DD. Designed to develop social competence by changing students’ knowledge, skills, attitudes, beliefs or behaviors by using interactive teaching techniques such as role play and practice with peers
E. Menacing stares, striking, throwing things, using a weapon, and removing and hiding belongings
EE. Speak to the youth in a steady and direct tone and to choose words that will break through the emotional turmoil to foster trust between the youth and the counselor
F. Most children don’t know what to do, especially if the risk of intervening was not seen as being too great
FF. Control their physiological and emotional reactions in order to have a better chance of coming across to the student and creating more trust
G. Storytelling, in which children become sympathetically involved; and role playing in which children take the part of characters against whom there is a group prejudice
GG. It establishes a bond between the counselor and the youth, allowing them to break through strong feelings and reactions of the student so that he/she can calm down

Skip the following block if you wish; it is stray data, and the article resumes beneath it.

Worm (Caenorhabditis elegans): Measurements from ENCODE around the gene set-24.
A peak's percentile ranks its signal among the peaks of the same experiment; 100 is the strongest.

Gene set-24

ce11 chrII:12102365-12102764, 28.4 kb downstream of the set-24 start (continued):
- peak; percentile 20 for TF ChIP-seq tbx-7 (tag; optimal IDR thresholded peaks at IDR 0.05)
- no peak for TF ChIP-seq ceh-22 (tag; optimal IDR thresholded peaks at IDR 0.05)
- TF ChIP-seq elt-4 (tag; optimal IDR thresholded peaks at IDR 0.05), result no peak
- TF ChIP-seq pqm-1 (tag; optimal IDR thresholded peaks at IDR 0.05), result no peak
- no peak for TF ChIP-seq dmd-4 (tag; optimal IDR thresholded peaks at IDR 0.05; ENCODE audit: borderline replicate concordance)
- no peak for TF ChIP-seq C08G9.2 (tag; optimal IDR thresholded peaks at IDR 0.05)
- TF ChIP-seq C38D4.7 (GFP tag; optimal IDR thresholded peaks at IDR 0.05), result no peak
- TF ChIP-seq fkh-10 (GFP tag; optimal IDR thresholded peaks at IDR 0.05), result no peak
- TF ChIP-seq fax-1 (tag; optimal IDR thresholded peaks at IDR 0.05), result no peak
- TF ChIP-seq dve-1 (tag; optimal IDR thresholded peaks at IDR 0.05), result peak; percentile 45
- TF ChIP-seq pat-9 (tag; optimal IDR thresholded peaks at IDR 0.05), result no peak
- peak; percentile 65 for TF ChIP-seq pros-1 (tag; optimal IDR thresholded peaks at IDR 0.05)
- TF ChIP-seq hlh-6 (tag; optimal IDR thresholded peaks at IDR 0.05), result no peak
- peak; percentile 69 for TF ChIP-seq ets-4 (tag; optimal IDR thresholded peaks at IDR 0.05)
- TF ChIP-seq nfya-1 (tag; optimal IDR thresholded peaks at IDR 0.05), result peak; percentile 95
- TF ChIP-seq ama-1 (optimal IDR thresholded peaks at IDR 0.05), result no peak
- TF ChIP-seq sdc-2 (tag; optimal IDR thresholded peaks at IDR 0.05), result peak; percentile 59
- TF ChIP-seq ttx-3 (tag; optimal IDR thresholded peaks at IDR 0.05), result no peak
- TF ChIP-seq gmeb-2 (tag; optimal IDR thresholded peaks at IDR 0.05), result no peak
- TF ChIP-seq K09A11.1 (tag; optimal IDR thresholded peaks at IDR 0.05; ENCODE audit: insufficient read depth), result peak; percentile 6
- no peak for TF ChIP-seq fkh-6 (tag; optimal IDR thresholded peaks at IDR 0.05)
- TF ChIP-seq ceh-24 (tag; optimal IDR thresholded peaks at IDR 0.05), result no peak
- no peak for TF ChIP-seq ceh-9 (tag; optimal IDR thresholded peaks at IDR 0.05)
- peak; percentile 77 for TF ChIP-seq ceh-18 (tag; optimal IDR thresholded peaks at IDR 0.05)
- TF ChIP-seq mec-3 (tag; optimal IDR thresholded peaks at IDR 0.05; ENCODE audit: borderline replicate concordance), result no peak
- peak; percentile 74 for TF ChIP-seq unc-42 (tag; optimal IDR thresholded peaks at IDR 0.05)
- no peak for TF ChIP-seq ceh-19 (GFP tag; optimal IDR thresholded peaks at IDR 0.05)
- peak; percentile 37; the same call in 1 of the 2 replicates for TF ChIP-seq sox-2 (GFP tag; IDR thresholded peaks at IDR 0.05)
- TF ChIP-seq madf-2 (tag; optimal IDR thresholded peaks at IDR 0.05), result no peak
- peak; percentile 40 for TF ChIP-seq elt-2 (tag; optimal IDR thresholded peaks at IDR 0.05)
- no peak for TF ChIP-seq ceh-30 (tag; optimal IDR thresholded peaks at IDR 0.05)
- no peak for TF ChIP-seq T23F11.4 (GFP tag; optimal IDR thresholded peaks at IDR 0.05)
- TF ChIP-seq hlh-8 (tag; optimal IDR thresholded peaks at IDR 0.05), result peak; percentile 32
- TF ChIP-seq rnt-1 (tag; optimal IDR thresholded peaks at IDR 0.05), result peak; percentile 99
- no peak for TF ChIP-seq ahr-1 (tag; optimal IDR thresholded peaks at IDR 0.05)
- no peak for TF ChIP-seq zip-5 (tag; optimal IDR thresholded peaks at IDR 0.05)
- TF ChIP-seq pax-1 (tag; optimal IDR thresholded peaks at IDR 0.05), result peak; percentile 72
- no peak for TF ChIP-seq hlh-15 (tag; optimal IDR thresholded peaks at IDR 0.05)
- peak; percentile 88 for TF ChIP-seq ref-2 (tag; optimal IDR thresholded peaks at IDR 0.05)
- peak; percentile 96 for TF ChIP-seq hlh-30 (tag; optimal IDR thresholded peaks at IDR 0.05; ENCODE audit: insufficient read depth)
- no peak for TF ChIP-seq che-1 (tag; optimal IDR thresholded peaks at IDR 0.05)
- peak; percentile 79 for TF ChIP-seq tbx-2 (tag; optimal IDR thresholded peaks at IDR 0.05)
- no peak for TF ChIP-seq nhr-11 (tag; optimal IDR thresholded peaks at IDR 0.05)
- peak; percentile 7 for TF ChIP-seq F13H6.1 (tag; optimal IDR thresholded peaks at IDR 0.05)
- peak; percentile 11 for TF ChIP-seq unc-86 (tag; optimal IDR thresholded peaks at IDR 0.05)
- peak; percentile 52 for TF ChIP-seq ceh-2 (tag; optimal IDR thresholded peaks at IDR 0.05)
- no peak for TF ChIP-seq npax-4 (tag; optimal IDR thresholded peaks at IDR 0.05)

H. Anxiety and depression, attention deficit disorder, chronic absenteeism, reduced academic performance, increased apprehension, and loneliness
HH. School-wide zero tolerance policy on bullying, students are taught how to stand up to bullies, how to get adults help, how to reach out in friendship to students who maybe involved in bullying situation, and interventions for both the bully and the victim
HH. direct (aggressive behaviors that occur in the presence of the targeted youth) and indirect (aggressive behaviors that are not directly communicated to the targeted youth)
I. Boredom is a factor that has given rise to bullying, and therefore the development of more relevant curricula and the use of teaching methods engross children and foster their child\'s interest in learning
J. Father figure is usually weak, mother tends to be isolated and may have a permissive parenting style, and the supervision of the children\'s whereabouts or activities tends to be minimal
K. Perpetuation of overprotective parenting and negative cognitions that children internalize
L. Achievement levels will be lower than their peers, depressed, inhibition with women during adulthood and problems in their sexual relationships
M. Over aggressive, destructive, enjoy dominating over others, hot-tempered, impulsive, and low tolerance for frustration
N. The underachieve in school and later perform below potential in employment settings, have at least one conviction by the age of 25, and are more likely to display aggression towards their spouses and own children